While many have seen the equation between Macrina and Socrates drawn in the Treatise on the Soul and the Resurrection as Gregory of Nyssa's attempt to honor his sister, a closer look at Gregory's attitude about the relative power of Christianity at the end of the fourth century suggests the opposite: that the character of Macrina lends validity to Socrates and, by extension, to non-Christian intellectual traditions. In this article, I argue that the Treatise is part of a larger project of cultural reclamation enacted by some Christians near the end of the fourth century. The educational reforms of the emperor Julian had instituted a public discourse of evaluation by which one's reading material indicated one's religious identity; after Julian, some Christians adopted this idea, yet in reverse, arguing that reading traditional literature was out of the question for Christians, as it would signal a non-Christian religious commitment. Gregory's Treatise on the Soul and the Resurrection was an effort to walk back the effects of that discourse and to return Christian pedagogy, philosophy, and cultural evaluation to a stance of ambivalence regarding Greek literature.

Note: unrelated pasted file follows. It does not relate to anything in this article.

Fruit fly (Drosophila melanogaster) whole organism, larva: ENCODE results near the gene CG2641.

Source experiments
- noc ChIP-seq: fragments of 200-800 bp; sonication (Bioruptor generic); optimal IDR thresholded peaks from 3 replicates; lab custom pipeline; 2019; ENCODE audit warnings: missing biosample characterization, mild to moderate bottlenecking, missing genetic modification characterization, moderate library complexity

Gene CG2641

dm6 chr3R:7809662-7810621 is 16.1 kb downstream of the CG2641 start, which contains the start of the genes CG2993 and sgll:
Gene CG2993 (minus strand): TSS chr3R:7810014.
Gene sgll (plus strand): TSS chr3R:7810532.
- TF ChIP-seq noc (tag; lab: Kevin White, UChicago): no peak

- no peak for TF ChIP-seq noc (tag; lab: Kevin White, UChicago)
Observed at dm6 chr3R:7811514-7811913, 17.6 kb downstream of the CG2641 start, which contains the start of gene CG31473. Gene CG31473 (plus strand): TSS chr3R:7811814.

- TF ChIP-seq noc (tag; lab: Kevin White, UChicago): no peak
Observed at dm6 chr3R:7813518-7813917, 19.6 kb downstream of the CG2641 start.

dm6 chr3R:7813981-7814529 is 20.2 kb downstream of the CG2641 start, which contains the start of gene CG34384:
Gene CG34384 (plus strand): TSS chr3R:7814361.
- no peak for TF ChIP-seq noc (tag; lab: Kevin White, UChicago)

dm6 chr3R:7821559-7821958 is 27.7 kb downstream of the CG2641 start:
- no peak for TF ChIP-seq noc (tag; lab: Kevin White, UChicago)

Ellen Muehlberger is an Assistant Professor of Near Eastern Studies and History at the University of Michigan.
Parts of this essay were presented at the Violence and Representations of Violence among Jews and Christians section of the Society of Biblical Literature, the Greater Michigan Ancient Christianity Society, and at the Spring Meeting of the American Society of Church History. I appreciate the guidance of those audiences as well as that of Bradley Storin, Kathryn Babayan, Mira Balberg, James J. O'Donnell, Ronald Suny, Steven Weitzman, and the anonymous reviewer for Church History.